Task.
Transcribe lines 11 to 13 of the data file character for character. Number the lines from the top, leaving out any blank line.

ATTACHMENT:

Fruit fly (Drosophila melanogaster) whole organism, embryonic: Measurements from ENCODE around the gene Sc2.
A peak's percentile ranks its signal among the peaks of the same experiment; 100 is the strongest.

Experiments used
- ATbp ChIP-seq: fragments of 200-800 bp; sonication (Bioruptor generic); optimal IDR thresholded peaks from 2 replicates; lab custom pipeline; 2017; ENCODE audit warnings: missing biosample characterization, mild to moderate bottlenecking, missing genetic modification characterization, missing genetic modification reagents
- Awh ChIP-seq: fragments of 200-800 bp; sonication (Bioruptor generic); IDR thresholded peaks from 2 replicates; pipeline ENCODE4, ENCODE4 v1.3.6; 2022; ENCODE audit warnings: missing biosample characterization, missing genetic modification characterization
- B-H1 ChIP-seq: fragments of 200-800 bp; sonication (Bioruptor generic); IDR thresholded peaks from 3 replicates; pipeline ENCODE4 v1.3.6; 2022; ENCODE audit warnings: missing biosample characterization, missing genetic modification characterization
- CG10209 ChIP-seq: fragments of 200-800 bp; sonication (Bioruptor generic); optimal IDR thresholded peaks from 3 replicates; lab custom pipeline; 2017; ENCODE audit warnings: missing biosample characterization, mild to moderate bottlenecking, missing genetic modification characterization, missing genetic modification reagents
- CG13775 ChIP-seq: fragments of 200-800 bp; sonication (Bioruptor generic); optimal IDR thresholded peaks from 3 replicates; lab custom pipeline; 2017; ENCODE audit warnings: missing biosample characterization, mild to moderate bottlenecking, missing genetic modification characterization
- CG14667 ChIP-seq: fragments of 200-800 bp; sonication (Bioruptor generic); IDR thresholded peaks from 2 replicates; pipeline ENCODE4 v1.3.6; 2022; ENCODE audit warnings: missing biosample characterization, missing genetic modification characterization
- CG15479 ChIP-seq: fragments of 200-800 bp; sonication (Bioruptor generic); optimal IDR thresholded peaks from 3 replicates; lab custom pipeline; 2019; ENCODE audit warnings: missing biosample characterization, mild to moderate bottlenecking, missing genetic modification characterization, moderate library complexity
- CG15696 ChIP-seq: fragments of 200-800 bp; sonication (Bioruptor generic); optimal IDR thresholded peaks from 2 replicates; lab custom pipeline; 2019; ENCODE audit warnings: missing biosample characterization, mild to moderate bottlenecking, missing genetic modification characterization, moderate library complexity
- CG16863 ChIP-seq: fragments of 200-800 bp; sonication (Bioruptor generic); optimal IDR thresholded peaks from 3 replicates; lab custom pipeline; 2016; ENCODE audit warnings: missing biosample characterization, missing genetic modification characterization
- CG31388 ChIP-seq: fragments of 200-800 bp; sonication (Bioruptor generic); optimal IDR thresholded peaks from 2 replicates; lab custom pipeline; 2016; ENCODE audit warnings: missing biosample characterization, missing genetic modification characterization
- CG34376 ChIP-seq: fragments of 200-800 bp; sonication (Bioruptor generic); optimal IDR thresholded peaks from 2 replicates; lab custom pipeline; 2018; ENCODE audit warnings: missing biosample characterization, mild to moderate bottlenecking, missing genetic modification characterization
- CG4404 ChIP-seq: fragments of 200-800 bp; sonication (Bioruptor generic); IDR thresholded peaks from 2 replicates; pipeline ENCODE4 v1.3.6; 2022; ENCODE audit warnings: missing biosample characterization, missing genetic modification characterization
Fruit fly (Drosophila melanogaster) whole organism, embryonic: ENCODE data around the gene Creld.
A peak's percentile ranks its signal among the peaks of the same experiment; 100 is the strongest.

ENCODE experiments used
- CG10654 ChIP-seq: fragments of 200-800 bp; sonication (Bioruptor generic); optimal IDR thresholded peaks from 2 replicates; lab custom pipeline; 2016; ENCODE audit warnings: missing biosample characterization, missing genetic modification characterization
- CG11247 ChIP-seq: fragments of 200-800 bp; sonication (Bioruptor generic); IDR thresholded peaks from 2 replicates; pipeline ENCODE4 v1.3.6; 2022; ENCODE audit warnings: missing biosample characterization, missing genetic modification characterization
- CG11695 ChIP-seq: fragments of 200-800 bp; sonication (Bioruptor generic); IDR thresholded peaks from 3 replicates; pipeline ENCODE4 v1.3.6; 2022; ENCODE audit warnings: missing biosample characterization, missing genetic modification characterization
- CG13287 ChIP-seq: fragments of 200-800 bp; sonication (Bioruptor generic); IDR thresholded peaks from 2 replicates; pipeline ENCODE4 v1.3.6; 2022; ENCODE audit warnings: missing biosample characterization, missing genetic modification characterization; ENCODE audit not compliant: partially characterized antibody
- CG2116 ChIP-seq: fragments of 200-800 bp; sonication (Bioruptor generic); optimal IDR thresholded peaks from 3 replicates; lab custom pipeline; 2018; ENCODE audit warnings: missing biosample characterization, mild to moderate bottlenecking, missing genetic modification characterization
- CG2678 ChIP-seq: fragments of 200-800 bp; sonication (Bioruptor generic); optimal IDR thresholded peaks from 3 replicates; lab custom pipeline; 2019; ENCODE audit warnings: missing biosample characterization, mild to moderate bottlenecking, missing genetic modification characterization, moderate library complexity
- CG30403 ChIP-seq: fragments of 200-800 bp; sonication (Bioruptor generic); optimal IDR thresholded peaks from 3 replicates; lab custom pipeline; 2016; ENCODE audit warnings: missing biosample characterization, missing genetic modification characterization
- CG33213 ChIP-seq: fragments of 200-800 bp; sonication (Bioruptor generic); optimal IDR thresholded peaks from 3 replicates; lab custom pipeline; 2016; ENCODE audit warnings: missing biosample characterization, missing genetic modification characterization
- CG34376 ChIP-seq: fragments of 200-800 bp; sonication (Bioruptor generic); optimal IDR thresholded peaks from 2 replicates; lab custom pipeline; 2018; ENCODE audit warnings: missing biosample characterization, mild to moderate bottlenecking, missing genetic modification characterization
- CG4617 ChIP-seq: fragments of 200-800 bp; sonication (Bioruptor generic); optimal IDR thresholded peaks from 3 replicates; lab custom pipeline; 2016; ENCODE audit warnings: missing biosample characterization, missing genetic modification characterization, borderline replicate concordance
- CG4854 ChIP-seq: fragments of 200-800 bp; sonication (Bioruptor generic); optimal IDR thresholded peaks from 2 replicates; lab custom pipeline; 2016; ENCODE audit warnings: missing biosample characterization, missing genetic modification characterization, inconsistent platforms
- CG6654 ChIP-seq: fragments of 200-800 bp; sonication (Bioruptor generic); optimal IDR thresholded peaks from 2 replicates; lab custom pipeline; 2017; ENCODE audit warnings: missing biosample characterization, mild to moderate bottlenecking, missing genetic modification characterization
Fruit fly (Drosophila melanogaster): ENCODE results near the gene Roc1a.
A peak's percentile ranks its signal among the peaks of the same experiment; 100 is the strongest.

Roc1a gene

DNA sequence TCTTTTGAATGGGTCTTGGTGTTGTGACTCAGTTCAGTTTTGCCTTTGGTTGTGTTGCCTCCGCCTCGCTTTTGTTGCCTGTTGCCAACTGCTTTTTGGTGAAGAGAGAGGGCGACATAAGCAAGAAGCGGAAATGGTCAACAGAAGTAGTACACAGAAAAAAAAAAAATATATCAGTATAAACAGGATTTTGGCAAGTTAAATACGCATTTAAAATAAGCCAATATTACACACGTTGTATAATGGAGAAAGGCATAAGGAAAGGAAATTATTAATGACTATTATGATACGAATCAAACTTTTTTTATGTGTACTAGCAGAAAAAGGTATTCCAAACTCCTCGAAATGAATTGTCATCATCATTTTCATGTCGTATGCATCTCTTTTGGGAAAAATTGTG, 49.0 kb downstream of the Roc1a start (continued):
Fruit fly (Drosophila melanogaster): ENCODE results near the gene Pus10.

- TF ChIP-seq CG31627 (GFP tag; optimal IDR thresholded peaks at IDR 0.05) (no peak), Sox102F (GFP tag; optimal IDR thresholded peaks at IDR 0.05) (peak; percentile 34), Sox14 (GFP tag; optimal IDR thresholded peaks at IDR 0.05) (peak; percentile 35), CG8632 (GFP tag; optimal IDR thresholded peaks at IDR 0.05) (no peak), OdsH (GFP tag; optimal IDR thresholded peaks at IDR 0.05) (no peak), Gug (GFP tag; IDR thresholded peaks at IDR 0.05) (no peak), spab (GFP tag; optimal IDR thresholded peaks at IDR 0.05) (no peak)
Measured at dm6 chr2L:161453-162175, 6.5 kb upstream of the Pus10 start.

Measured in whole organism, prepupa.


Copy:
- CG15696 ChIP-seq: fragments of 200-800 bp; sonication (Bioruptor generic); optimal IDR thresholded peaks from 2 replicates; lab custom pipeline; 2019; ENCODE audit warnings: missing biosample characterization, mild to moderate bottlenecking, missing genetic modification characterization, moderate library complexity
- CG16863 ChIP-seq: fragments of 200-800 bp; sonication (Bioruptor generic); optimal IDR thresholded peaks from 3 replicates; lab custom pipeline; 2016; ENCODE audit warnings: missing biosample characterization, missing genetic modification characterization
- CG31388 ChIP-seq: fragments of 200-800 bp; sonication (Bioruptor generic); optimal IDR thresholded peaks from 2 replicates; lab custom pipeline; 2016; ENCODE audit warnings: missing biosample characterization, missing genetic modification characterization